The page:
A native plant from the Americas, tobacco (nicotiana tabacum) had been highly used by settlers of the Portuguese America practically since the beginning of colonization. Constantly used by natives, mainly on witchy-religious rituals and on the healing of many local diseases, the weed soon prospered among the Portuguese people, negroes and mestiços due mostly to its medicinal properties, for it was believed by the settlers such weed was effective in curing a number of diseases of the new continent. The present work, however, intends to analyze the recreative use of the tobacco. Utilizing the analyzes of a few documents produced during the colonial period - narrations of travelers who crossed the territory during this time and also descriptions and agreements left, mainly, by Jesuit missionaries and Franciscans - this research will try to understand the way in which tobacco turned from a weed used only by the native 'barbarians' into the very favorite drug to accompany the laze time of the civilized people. It may be possible to say that the laze had been the most important multiplier of the recreative use of tobacco by the settlers, for, on such unknown lands of unpleasant climate to the European, petum was a great alternative to pass the time. Thus, more and more settlers seamed to surrender to the irresistible pleasure of enjoying the countless beneficial properties of the holly weed in order to kill time during the new continent's warm afternoons and evenings.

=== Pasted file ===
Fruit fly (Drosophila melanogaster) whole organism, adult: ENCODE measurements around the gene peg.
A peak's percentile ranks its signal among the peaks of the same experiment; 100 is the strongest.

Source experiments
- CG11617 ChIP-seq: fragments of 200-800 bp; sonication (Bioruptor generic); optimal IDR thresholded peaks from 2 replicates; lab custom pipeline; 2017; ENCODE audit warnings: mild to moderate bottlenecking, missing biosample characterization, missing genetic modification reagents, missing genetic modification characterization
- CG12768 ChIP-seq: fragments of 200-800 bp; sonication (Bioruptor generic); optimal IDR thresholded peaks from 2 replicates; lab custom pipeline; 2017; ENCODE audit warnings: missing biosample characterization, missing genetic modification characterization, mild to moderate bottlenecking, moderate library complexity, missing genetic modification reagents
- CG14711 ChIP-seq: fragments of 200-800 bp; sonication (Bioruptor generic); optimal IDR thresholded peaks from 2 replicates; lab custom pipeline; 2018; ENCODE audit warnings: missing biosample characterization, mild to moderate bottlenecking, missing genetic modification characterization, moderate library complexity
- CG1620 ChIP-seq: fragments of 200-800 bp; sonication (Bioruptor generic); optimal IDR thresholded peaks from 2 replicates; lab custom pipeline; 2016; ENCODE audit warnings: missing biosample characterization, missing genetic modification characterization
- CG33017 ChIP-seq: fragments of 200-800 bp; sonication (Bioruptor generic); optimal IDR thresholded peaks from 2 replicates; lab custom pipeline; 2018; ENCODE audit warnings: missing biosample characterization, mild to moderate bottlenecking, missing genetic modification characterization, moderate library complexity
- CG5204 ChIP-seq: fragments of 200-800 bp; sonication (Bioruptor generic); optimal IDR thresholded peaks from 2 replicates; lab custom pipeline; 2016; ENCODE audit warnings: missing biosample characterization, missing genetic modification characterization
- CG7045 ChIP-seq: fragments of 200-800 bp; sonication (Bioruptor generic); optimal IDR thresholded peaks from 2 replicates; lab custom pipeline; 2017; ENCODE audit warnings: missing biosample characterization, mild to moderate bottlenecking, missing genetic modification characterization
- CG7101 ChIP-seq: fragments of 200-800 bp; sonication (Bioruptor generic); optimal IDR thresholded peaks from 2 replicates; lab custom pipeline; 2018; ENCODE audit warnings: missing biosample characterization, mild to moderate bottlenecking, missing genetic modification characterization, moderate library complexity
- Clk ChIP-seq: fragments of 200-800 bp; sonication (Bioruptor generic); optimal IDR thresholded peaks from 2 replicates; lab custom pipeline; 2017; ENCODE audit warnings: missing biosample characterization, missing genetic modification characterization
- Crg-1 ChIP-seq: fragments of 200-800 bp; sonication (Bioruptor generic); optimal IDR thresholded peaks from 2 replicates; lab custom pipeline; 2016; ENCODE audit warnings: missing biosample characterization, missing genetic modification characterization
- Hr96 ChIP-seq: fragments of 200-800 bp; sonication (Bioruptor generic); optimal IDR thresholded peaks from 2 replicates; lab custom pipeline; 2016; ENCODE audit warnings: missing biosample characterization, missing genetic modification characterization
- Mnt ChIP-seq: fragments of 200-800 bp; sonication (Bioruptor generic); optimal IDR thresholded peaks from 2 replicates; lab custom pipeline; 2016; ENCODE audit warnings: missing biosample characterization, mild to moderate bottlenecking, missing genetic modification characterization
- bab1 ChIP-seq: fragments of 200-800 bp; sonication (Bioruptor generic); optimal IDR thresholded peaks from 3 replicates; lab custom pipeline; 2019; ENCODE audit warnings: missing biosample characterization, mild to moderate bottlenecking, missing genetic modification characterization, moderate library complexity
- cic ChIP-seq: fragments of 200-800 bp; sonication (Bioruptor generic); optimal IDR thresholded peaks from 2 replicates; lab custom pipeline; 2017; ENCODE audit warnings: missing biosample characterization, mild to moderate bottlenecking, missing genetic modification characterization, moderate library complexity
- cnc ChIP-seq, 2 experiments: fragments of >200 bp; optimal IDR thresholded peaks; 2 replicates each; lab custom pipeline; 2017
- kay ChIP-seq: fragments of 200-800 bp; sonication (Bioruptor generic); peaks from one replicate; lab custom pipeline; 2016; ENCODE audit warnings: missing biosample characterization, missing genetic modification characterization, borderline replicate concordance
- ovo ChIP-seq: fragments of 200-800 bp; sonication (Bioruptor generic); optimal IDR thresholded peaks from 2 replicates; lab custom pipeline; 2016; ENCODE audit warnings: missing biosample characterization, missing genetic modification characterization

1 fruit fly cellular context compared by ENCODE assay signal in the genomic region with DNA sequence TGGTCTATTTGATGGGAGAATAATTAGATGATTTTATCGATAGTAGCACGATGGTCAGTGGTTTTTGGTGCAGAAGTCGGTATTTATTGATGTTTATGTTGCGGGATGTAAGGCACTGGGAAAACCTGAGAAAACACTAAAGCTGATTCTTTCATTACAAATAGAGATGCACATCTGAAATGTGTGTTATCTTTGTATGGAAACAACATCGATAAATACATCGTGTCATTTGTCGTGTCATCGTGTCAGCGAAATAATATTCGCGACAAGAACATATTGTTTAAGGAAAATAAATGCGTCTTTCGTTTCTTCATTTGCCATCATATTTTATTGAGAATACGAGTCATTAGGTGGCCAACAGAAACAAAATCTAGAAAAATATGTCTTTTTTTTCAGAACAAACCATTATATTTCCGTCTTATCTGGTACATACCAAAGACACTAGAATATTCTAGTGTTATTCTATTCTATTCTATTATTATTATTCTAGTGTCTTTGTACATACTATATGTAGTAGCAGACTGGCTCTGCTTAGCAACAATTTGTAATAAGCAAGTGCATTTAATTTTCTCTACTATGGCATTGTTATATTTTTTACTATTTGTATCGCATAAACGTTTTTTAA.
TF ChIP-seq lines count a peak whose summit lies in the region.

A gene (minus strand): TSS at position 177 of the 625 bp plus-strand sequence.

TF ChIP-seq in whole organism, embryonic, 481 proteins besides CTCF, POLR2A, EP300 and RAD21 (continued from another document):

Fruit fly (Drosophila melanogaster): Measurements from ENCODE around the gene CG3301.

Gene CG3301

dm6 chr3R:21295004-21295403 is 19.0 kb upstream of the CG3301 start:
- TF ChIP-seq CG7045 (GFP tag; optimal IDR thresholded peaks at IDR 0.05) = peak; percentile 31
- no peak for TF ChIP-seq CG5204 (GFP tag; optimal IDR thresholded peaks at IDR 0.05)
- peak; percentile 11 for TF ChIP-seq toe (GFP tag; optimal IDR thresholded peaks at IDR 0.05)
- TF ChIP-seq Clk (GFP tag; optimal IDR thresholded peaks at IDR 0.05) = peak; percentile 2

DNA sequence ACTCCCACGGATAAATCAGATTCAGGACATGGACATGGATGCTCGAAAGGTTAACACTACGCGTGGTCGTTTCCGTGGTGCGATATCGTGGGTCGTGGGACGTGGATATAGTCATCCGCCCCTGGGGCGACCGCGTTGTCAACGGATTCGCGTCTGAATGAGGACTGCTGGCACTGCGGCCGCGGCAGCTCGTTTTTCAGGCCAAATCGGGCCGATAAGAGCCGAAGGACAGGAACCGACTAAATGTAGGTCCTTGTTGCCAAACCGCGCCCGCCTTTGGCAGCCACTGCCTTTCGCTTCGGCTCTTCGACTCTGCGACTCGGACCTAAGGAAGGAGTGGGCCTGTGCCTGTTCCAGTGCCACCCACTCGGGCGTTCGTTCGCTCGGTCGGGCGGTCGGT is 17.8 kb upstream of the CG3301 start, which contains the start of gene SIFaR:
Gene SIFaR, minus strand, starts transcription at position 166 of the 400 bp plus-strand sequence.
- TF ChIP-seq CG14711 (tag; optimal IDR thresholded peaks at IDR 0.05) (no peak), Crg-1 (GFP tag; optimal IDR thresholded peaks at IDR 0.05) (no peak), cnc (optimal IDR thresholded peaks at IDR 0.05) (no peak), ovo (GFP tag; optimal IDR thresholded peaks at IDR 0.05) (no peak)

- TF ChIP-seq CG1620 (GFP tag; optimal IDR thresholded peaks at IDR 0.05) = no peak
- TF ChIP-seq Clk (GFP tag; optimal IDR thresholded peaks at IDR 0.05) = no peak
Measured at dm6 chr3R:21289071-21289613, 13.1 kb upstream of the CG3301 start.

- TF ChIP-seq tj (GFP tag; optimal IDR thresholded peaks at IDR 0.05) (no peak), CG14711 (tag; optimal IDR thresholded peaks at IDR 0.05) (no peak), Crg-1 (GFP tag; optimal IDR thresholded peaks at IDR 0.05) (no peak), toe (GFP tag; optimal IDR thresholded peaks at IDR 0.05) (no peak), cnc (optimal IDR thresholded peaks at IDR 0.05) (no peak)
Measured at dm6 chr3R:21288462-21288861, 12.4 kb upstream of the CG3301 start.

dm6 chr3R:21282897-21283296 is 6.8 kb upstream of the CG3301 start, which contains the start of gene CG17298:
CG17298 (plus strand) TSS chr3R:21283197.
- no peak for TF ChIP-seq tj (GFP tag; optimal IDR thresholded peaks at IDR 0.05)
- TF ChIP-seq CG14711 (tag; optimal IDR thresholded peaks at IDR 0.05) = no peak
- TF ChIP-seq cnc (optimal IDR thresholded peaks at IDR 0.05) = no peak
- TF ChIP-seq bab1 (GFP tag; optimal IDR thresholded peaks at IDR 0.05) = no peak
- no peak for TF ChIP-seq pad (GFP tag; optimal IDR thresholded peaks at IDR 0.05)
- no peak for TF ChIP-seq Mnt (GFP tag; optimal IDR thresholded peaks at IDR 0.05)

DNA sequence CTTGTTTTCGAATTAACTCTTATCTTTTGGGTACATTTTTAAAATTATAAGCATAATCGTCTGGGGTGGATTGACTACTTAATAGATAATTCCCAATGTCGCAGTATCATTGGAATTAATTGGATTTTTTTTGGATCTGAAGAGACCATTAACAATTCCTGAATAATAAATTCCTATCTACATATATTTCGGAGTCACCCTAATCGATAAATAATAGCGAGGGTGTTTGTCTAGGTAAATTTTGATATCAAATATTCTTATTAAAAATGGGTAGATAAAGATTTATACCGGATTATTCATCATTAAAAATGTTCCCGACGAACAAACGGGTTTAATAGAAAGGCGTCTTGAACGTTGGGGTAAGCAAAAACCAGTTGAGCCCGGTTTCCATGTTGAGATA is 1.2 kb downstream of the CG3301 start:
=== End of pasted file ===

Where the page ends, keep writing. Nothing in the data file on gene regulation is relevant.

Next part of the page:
News published in Agência FAPESP Newsletter about the scholarship: